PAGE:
The statement has received widespread pushback from across the political spectrum, with one user writing “Shame on you BLM. Sharing awareness on Cuba’s fight for freedom is appreciated, but your message is all wrong.”
By and large, Cubans and Cuban-Americans have been angry with messaging such as that by Black Lives Matter for failing to consider that protesting Cubans rarely mention the embargo in their chants or demands, but rather call for widespread political changes, decreased civil repression, and anger at government policies that lead to widespread shortages of goods that are normally widely available.
Rep. Alexandria Ocasio-Cortez (D-NY) also partially blamed the embargo in a statement, but also made sure to acknowledge abuses by the Cuban government, writing in an accompanying tweet, “We stand in solidarity with the Cuban people and condemn the suppression of the media, speech, and protest.”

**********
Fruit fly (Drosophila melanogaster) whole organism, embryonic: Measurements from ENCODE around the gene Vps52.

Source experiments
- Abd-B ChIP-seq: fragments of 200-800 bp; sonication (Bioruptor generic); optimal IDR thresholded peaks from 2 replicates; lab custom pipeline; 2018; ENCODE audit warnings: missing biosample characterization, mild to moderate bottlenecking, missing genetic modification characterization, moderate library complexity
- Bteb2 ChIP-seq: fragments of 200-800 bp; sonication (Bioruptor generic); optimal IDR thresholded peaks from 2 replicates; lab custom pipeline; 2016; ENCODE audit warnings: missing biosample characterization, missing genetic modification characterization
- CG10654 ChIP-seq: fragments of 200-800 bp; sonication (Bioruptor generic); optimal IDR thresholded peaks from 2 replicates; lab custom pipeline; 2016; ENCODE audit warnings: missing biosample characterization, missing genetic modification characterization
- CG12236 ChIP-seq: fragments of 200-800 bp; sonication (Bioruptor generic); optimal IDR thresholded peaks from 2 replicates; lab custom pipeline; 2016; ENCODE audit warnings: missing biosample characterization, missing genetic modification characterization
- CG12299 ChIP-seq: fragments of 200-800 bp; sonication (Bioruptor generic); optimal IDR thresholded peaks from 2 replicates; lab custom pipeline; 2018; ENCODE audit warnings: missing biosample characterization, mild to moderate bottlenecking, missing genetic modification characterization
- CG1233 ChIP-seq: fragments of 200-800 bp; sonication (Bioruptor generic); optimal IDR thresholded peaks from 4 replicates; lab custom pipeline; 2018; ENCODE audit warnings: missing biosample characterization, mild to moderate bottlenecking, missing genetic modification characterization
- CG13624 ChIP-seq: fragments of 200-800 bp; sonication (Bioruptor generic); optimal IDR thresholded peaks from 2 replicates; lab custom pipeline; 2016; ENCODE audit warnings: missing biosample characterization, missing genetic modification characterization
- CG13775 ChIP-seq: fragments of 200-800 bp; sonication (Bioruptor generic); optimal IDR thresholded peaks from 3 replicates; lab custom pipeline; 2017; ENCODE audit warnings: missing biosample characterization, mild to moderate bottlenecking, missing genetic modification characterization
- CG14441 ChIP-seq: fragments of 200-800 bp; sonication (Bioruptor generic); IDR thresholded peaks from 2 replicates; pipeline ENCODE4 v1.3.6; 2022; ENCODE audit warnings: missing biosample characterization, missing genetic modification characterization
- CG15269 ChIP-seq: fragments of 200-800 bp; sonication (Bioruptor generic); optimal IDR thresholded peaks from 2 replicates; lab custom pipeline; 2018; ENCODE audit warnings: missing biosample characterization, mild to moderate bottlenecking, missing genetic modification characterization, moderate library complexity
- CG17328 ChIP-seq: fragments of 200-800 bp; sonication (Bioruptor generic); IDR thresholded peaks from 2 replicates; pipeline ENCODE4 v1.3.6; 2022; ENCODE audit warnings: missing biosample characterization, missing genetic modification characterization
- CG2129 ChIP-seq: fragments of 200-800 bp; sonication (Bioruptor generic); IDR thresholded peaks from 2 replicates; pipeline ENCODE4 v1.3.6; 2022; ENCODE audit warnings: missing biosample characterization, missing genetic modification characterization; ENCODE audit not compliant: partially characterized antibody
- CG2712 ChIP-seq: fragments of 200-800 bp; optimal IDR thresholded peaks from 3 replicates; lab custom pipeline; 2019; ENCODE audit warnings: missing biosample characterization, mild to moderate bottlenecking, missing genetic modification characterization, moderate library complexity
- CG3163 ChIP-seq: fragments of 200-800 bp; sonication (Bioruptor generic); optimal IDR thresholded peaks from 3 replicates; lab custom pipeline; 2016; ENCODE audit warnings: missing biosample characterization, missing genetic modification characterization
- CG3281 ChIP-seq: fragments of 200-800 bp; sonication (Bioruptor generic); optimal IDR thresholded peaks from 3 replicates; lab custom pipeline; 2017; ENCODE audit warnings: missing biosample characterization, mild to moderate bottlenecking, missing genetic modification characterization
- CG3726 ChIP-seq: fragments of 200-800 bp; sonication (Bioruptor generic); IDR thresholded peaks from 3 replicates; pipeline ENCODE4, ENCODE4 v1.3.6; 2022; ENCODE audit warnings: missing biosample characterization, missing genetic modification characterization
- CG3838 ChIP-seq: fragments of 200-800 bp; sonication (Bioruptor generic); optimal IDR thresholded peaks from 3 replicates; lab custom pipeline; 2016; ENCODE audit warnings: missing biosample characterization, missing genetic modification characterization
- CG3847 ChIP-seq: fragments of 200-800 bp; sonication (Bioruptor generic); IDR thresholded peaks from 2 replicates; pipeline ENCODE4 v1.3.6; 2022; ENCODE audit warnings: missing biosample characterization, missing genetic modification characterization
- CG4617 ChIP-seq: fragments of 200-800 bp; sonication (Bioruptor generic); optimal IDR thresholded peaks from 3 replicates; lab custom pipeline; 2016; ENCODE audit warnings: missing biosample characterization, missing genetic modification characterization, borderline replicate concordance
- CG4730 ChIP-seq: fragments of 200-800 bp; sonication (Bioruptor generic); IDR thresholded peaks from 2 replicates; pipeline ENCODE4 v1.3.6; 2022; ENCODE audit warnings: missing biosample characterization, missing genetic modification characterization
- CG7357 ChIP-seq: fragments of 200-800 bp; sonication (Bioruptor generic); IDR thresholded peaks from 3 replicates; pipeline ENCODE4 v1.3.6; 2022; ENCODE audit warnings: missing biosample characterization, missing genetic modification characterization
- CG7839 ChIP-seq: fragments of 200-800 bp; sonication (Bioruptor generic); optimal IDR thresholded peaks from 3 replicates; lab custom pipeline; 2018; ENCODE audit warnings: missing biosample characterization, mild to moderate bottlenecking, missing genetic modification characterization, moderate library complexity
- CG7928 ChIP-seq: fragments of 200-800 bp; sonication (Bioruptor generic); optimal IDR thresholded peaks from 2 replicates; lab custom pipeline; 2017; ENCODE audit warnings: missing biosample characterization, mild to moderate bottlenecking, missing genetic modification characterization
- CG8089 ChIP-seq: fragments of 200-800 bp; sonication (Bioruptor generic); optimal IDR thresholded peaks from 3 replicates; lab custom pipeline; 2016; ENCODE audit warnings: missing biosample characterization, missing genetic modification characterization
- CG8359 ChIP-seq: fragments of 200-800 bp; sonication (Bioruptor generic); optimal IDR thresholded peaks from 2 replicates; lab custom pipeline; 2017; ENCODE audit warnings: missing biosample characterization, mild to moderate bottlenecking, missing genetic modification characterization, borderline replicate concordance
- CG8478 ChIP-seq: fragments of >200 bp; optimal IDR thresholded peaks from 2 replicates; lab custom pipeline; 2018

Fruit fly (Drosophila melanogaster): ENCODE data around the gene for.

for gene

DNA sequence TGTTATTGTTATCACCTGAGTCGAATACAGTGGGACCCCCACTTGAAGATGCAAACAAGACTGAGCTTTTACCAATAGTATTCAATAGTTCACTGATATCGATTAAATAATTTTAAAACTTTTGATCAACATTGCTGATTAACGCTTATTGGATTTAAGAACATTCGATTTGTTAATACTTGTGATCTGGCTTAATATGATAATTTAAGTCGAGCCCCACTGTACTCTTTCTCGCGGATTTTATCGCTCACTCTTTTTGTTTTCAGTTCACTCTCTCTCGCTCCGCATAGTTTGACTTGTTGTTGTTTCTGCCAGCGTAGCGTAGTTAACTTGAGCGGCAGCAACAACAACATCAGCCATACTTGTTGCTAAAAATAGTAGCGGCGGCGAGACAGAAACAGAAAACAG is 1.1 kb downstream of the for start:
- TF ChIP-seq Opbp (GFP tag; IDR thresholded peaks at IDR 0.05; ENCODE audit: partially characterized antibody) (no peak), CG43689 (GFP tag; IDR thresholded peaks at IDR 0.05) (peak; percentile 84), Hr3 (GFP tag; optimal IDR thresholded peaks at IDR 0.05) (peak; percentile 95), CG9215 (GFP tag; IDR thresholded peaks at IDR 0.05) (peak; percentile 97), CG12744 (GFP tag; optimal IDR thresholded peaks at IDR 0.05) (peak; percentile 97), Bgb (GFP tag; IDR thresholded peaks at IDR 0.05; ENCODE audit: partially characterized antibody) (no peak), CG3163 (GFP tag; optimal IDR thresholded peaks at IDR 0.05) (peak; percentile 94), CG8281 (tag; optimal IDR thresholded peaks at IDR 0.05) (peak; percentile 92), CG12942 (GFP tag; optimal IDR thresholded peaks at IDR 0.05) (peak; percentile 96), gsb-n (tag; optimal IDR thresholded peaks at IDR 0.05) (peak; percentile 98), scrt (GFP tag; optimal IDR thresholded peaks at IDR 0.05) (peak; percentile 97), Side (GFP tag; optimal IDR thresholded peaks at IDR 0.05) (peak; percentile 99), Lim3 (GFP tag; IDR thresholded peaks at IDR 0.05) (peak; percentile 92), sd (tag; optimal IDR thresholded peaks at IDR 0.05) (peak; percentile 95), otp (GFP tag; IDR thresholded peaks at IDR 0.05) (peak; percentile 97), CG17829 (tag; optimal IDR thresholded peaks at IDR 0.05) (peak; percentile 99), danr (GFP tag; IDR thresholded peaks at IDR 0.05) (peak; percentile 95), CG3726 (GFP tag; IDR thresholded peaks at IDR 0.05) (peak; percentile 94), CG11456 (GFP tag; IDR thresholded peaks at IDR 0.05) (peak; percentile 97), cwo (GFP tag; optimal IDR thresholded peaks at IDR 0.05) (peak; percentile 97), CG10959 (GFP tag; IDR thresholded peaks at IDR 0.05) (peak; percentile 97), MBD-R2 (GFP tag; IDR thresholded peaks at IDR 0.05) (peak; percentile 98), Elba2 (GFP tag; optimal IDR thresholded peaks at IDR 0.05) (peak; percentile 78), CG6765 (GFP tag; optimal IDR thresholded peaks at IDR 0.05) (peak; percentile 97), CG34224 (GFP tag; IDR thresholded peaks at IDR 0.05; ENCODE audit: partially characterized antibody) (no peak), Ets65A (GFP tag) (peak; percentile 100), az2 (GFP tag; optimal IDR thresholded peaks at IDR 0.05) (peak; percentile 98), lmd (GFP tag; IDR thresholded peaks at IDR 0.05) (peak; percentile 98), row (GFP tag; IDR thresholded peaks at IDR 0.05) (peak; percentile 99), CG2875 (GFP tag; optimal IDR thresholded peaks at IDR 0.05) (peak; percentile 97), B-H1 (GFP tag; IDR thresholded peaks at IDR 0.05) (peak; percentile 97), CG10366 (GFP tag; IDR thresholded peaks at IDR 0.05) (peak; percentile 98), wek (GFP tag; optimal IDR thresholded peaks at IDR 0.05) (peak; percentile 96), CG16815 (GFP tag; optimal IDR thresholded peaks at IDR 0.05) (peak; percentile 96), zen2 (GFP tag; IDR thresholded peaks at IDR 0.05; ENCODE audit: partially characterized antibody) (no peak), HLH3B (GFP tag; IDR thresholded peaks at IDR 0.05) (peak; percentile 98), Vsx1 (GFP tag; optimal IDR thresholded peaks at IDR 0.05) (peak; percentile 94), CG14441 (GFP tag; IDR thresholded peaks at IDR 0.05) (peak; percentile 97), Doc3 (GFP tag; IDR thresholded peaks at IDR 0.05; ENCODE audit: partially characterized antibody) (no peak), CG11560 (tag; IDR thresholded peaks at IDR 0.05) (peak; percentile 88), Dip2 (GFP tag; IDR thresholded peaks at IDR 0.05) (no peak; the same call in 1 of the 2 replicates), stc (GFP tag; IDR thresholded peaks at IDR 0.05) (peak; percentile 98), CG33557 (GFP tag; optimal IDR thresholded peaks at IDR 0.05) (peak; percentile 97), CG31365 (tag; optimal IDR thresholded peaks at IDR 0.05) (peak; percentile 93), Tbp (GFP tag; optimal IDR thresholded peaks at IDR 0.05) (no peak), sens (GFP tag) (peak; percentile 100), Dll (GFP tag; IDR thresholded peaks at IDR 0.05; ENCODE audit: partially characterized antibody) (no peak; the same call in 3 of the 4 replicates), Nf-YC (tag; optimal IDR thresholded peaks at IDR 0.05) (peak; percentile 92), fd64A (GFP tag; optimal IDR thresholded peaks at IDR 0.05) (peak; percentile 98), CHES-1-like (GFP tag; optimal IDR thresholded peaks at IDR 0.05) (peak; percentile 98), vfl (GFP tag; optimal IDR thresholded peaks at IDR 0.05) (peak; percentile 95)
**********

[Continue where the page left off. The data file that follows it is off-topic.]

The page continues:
“We also call for an end to the U.S. embargo and additional Trump-era restrictions that are profoundly contributing to the suffering of Cubans,” Ocasio-Cortez continued.
Protests have continued despite the eased restrictions on customs duties, and there are fears that another wave of Cuban migrants may come to the U.S. by traveling on sea, an extremely dangerous route. To discourage this, Secretary of Homeland Security Alejandro Mayorkas warned would-be refugees on Tuesday, saying, “Allow me to be clear: if you take to the sea, you will not come to the United States… To those who risk their lives doing so, this risk is not worth taking.”
“The United States stands firmly with the people of Cuba as they assert their universal rights. We call on the government, the government of Cuba, to refrain from violence and their attempts to silence the voice of the people of Cuba,” he added.
See what others are saying: (CNN) (Miami Herald) (BBC)